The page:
Jacinda Ardern’s Social Laboratory for the World
“Jacinda Ardern has a list of promises for improving the lives of lower-income people.” While this is pretty standard for a fresh centre-left government”, “one of her approaches for achieving it is not,” writes Peter Hartcher in an article for The Sydney Morning Herald. “The new Prime Minister is planning a world first that could once more make New Zealand a social laboratory for the world.”
“We are establishing a living standard framework. We are looking beyond economic markers,” said Ardern. “If we are increasing GDP and increasingly seeing environmental degradation and social suffering, it’s hard to say we’ve succeeded”.
“We have given Treasury to fiscal 2019 to have a framework ready” for measuring national progress on all three fronts – raising income, yes, but also improving environmental and social goods.
“This approach has been hugely fashionable among progressive economists in the last decade” and was fathered by the Indian economic philosopher Amartya Sen and mothered by governments in Britain and France. However, “no government has implemented “wellbeing economics” in any meaningful way,” reports the article.
“The best indication of the way we want to work is that we’ve put in place child poverty levels” that we want to achieve, said Ardern. “Our budgets will measure progress against that.”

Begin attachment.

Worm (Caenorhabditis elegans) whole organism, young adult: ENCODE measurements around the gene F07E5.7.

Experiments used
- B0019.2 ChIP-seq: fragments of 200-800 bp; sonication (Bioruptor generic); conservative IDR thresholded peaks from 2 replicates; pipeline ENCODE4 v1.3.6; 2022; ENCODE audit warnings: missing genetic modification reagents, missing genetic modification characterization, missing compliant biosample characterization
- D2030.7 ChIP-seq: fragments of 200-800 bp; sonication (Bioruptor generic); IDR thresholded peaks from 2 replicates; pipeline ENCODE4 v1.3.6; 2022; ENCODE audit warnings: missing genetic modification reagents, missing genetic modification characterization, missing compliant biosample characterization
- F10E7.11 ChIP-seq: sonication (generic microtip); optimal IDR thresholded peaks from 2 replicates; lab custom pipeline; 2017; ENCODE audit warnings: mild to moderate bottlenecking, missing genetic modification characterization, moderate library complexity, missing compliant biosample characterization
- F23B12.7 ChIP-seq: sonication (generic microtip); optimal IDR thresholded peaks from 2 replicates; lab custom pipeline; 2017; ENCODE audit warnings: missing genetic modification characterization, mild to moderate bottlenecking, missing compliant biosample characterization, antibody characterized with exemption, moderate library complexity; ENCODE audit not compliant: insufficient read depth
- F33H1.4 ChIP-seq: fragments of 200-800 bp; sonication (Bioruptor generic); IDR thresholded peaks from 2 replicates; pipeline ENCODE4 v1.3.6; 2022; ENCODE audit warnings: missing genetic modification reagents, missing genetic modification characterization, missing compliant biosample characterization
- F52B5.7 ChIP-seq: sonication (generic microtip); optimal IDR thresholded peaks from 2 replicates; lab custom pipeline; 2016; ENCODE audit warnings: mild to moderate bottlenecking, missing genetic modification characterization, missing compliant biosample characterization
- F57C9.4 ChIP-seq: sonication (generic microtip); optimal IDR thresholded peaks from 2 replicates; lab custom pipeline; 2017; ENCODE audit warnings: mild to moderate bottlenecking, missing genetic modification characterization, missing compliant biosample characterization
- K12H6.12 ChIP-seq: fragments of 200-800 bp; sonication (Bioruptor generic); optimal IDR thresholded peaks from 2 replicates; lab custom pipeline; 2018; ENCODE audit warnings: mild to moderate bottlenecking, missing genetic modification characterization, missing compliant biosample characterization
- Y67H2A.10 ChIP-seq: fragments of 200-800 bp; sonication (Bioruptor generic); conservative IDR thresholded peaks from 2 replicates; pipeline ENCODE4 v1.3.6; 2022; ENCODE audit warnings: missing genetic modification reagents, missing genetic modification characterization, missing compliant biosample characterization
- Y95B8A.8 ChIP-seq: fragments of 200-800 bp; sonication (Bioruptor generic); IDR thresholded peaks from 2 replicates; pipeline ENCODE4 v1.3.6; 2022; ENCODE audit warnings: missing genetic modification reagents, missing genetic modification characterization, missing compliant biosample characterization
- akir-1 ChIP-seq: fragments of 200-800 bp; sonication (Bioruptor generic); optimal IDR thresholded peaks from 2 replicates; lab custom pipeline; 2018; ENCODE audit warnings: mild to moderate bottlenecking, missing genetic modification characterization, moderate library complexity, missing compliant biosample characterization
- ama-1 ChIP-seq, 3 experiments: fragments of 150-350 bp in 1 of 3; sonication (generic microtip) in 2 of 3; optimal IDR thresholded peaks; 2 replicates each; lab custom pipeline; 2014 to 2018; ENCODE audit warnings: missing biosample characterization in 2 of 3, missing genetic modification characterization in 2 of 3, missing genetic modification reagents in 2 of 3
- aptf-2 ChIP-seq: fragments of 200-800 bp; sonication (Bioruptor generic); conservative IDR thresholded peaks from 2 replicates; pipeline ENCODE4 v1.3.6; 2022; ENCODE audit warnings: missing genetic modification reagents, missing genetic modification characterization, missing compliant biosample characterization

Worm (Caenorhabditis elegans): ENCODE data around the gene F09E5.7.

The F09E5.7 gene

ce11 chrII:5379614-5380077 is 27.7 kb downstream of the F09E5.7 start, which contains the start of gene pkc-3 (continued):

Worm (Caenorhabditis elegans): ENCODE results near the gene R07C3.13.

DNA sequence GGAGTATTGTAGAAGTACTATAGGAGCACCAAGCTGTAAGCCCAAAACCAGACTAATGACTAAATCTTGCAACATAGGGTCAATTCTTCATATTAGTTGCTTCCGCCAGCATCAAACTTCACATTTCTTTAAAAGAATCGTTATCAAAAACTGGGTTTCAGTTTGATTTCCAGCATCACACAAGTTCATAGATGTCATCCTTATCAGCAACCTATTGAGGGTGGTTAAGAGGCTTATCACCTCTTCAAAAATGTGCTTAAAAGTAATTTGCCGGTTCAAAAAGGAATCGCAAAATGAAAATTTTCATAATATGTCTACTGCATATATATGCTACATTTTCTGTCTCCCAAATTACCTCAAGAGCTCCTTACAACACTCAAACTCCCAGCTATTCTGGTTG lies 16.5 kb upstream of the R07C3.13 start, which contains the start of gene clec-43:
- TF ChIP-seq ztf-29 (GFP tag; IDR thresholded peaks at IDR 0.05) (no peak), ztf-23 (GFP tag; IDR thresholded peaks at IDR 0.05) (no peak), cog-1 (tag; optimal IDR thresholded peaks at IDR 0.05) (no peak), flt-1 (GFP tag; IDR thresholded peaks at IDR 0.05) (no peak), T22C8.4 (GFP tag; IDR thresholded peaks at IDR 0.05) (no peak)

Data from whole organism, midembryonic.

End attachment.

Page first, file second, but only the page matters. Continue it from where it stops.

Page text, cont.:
“Ardern has promised to make NZ “the best place in the world to be a child”. She has set the goal of approximately halving child poverty in 10 years. She has given herself the new portfolio title of Minister for Child Poverty Reduction.”
“She has set clear targets; her mechanisms for achieving them are vague. Her government’s proposals were accurately criticised last month by the then opposition leader, Bill English as being “so high level and general that they refer to no one in particular, and no one will be held responsible for any lack of progress”,” writes Hartcher.
“A big political question is whether this social policy agenda is enough to give her government real purpose. After all, she leads a centre-left government, and this type of political party is becoming an endangered species around the world.”
“Is it just a matter of time before the labour parties of Australia and New Zealand fall into the same crisis besetting social democratic parties everywhere else?”
“Ardern is being careful to try to occupy so much of the middle ground of NZ politics that she offers no easy avenues of attack from the right,” reports the article. “And she’s being “fiscally careful” in the words of leading NZ journalist and economic policy analyst Colin James.
“If Ardern can sensibly pioneer a way to transform modern economies from GDP-centric systems to ones that put human wellbeing at the centre in a systematic way, she might do a lot more than improve living standards in NZ. She just might revitalise the vision and purpose of social democracy everywhere,” writes Hartcher.
Article Source: Sydney Morning Herald, Peter Hartcher, March 6, 2018
Image Source: Wikipedia